IN full moon July, also called the “Bucks Moon” or “Thunder Moon”, will occur on July 23 at 10:36 pm ET (0236 GMT on July 24); the nearly full moon will close pass of Saturn on July 24 and Jupiter on July 25.
According to observers in New York, on July 23 at about 4:46 am local time, observers will see an almost full moon. timeanddate.comand he will rise that day at 20:32.
A full moon occurs when the moon is on the opposite side of the earth from the sun. Earth observers see that the Moon reflects sunlight, unless the Moon’s orbit carries it exactly within the Earth’s shadow – moon eclipse…
The time of the full moon depends on the time zone, since the full moon is calculated using the position of the moon relative to the center of the earth, not a given point on the surface.
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However, the height of the moon in the sky depends on latitude. The orbit of the Moon and the Sun follows a trajectory called the ecliptic, which is the plane of the Earth’s orbit projected onto the sky. The Moon’s orbit is slightly tilted about 5 degrees to the ecliptic. That is why we do not have lunar eclipses every full moon and solar eclipse every new moon.
However, this also means that the full moon will be lower in the southern sky during the summer in the Northern Hemisphere. The opposite is true in the Southern Hemisphere for the full moon in June, July and August (their winter), which will be higher in the northern sky. The situation reverses in winter in the Northern Hemisphere.
The full moon is so bright that filters may be required through binoculars or a small telescope for highlights. There is no danger to the eyes, but the details are more difficult to discern, because there are few visible shadows in the central part of the lunar disk – if there were an astronaut there, the sun would be directly overhead. Lunar filters are available that can highlight some features, or you can simply observe the moon a few days before or a few days after the full phase, when shadows make it easier to identify surface details.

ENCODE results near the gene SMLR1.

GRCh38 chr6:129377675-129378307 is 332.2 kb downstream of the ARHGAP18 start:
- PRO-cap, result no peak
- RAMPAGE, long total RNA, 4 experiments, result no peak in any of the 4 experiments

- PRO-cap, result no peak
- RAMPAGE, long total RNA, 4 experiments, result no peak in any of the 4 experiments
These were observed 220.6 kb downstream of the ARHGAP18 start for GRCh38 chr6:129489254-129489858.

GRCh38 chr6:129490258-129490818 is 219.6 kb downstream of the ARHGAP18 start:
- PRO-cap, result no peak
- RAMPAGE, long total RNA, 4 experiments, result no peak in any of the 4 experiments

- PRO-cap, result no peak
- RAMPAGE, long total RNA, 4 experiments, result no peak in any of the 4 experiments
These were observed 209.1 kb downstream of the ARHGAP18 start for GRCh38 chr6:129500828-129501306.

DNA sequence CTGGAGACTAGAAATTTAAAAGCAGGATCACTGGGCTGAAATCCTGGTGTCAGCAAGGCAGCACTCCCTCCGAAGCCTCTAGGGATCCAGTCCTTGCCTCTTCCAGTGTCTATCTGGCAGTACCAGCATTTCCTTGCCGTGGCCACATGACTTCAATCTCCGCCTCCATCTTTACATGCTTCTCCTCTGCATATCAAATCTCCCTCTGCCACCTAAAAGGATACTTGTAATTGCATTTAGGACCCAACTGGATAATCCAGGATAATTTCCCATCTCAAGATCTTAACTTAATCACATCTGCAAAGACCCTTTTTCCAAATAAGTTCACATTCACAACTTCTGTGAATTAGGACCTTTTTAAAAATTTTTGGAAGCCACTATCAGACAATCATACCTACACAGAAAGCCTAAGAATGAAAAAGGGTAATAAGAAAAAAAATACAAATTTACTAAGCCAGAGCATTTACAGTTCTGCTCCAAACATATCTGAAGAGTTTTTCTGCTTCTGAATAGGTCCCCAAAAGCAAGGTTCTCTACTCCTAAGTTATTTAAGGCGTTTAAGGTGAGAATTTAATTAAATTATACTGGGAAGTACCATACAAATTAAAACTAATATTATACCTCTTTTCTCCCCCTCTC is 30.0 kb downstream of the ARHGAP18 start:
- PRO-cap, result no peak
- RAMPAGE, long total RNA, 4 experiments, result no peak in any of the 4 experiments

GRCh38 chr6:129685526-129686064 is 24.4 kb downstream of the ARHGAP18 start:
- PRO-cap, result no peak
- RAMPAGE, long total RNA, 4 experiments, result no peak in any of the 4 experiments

On July 24 at 12:38 pm ET (1638 GMT), the last full moon will be conjunct Saturn. In-The-Sky.orgpassing just under 4 degrees (about 8 lunar diameters) south of the planet.
The moon will still be below the horizon, so the closest moment will not be visible from the continental United States, but in New York, Saturn rises at 20:43 local time and the moon at 21:16. 22:00, Saturn will be higher and to the right of the Moon, and Jupiter – to the left of them; these three will form an oblate triangle, and Saturn will be about 12 degrees above the southeastern horizon.
The moment of connection will only be visible from Eastern Europe, Africa or Asia; for example, in Tokyo, conjunction will occur at 1:38 am local time on July 25, about an hour after the Moon and Saturn reach their highest point in the sky (about 35 degrees above the southern horizon). The Australians will have a connection a little later – on July 25 at 2:38 am local time; Saturn will be at 58 degrees in the northwest sky.
A day later, the Moon passes Jupiter. Seen from New York, the moon will travel just over 4 degrees south of Jupiter at 9:21 pm local time, but the moon won’t rise until 9:52 pm, so observers on the East Coast will just miss the conjunction again. myself. Jupiter will first rise at 21:34, and by about 22:30 it will be about 10 degrees above the horizon, and the Moon will appear about halfway between the horizon and the planet. Both bodies will be visible throughout the night; By 2:55 am on July 26, the temperature rose to 36 degrees.
Here again it will be easier to see the connection as you go east; in London, conjunction occurs at 2:21 a.m. on July 26, so by this time the Moon and Jupiter will be well above the horizon – about 20 degrees – in the south-southwest.
Other planets will be less impressive on a full moon.
Connected: The brightest planets in the July night sky: how to see them (and when)
On July 23, the sun sets at 20:19 local time in New York, and the planet Venus sets about an hour and a half later at 21:49. heavens-above.com The evening star is calculated to be visible just after sunset, although it is a little difficult to spot as the sky will be a little light.